Why was I told about “periods” by my aunt, as opposed to my mother? As someone whose mother came from the Philippines, the word “period” was never discussed in her household, so I was never educated about it by my mother. This was a silent “problem” and no one was allowed to talk about it to anyone, especially men. Gender roles play a big part in a lot of Filipino families, and “periods” are seen as female problems. While there have been strides over the years to ensure that young women in rural parts of the Philippines are educated about menstruation as those living in urban areas, the perception of having a “period” is still seen as a woman’s problem.
In light of last year’s Academy Awards event in the US where the award for Best Foreign Film was given to a documentary short made in India titled, “Period. End of a Sentence.”, there has been a great amount of awareness brought towards the issue of menstruation. Created by Rayka Zehtabchi, the film showed how menstruation is still a taboo subject in rural parts of India and that even the word “period” evokes shame for girls and ignorance for boys. Education about menstruation plays a huge part in breaking the taboo it has affected generations of girls and boys. What struck me was how the girls reacted towards the word as opposed to the boys. The girls were painfully self-conscious saying the word, while the boys were quite unaffected by the issue, even worse, had no idea what the word “period” meant.
The film follows some women in rural Hapur district, just outside of Delhi, India, and exposes the contradicting points of view regarding menstruation between genders and as seen by older generations, but there were positive results as well. Discussing the subject of menstruation and the necessity of safe menstrual products like pads was crucial for both genders. Another positive outcome of the film was creating job opportunities for these women so they could feel empowered. That opportunity would come from an unlikely source, a man named Arunachalam Murugunantham from Tamil Nadu.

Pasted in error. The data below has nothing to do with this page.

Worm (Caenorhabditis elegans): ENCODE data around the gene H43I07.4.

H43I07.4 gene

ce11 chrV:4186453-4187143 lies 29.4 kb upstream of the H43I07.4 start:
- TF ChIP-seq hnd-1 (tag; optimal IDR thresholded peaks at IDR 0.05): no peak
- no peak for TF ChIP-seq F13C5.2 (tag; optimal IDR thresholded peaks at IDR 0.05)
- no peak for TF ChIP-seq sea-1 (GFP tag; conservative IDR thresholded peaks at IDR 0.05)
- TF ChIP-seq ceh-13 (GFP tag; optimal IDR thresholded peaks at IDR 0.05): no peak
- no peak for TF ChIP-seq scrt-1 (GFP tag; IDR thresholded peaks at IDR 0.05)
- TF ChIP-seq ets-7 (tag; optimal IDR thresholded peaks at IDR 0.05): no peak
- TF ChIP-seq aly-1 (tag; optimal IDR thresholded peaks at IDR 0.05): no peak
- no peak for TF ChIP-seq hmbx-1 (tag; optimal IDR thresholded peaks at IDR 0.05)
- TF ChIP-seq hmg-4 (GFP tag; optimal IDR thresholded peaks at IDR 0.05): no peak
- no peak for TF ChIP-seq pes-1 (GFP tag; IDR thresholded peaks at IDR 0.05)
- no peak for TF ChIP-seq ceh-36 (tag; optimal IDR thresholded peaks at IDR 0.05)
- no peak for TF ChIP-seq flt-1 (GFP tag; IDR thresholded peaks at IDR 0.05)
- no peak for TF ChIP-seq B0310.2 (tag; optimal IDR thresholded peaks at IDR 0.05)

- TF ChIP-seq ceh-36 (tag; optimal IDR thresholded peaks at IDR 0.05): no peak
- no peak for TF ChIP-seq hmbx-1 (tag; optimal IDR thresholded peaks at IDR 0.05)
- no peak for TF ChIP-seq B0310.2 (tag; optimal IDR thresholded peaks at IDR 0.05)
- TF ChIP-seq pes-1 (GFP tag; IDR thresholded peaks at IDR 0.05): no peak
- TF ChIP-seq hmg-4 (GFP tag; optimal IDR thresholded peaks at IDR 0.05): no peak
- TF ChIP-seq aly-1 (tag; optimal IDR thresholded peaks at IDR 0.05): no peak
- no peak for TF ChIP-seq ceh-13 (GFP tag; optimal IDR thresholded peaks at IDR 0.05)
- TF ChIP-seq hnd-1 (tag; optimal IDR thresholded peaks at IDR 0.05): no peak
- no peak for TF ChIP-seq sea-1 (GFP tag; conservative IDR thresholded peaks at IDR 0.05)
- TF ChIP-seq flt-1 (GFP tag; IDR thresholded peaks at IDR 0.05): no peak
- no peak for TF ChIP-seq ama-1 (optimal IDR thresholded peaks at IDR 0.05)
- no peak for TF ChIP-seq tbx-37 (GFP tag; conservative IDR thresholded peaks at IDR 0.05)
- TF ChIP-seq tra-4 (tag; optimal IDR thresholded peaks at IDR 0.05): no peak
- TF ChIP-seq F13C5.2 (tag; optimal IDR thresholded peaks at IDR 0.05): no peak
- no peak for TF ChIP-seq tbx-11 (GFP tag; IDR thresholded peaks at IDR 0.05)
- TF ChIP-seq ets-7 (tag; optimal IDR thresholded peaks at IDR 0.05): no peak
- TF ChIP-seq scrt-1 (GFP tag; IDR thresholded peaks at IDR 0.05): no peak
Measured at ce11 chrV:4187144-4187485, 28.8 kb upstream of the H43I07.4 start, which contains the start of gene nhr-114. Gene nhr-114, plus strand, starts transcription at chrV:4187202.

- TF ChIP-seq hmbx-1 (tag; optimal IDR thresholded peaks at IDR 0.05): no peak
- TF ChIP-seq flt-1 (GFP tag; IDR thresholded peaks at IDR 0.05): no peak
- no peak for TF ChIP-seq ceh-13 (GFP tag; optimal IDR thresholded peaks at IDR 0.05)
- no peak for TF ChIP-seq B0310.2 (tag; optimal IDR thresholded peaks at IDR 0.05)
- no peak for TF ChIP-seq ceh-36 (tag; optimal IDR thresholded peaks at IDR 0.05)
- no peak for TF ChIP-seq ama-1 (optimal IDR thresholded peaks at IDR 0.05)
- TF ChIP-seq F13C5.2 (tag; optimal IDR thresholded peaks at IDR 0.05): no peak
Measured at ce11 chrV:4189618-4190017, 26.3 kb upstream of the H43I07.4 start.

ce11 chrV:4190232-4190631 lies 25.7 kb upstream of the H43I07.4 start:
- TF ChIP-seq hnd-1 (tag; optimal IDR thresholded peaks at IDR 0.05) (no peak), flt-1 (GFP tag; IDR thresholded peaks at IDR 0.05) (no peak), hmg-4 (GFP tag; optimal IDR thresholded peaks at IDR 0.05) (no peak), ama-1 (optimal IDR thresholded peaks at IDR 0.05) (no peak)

When Muruganantham found out that his wife was using newspapers or filthy rags for her period, he decided to create sanitary pads that were safe and could be purchased at a low cost. Muruganantham created a pad machine that made sanitary pads using cellulose fibers from pine wood pulp, which was great for absorption and retaining the pad’s shape. Traditionally, men have never been involved with anything related to menstruation, especially in rural parts of India, so it’s no surprise that Muruganantham’s wife, Shanti, was not supportive of his invention in the beginning.
Muruganantham’s goal of educating young women about safe sanitary pads through his pad machine and the rise of a micro-economy from selling them in local stores at a low cost has given these women the confidence to provide for their families. It was amazing to see the transformation of these women from being shy and silent about the topic of “periods” to feeling empowered and ready to provide for themselves and their communities as a result of Muruganantham’s invention.
The success of “Period. End of Sentence.” is an indication that more has to be done to enlighten parts of the world about menstruation. In today’s world where women from Western countries can speak freely about reproductive health, it’s heartbreaking to see other women that are still suppressed either by tradition or guilt to speak out about issues that harm them or lose their lives, just like the women who died in the menstrual huts. It is my hope that this film continues to break gender inequity, not just in India but in other parts of the world where women are banished just because they have their period. No woman deserves to feel invisible or worse, lose their life due to a lack of education, especially about their bodies.